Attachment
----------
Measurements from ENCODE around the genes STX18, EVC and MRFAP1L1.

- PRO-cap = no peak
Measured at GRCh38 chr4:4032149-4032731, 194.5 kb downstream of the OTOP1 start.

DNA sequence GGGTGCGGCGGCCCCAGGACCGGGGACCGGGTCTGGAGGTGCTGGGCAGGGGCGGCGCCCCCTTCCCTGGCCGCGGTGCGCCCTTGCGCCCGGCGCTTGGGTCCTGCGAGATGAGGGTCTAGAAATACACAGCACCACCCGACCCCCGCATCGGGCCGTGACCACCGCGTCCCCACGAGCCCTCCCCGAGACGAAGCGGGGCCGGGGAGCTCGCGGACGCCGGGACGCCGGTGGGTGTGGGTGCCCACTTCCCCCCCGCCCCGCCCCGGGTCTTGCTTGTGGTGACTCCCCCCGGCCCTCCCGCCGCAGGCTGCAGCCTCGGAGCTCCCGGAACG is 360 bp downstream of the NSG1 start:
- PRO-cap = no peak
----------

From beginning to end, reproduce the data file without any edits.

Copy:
Measurements from ENCODE around the genes STX18, EVC and MRFAP1L1.

- PRO-cap = no peak
Measured at GRCh38 chr4:4032149-4032731, 194.5 kb downstream of the OTOP1 start.

DNA sequence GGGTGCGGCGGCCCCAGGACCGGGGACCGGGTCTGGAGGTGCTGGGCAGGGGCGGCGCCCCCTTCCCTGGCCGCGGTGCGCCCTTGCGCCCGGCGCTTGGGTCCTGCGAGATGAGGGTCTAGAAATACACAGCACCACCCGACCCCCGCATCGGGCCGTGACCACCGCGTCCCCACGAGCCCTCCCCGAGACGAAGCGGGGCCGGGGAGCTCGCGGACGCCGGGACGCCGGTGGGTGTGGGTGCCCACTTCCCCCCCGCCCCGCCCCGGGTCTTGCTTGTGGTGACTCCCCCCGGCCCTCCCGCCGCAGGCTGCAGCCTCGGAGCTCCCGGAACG is 360 bp downstream of the NSG1 start:
- PRO-cap = no peak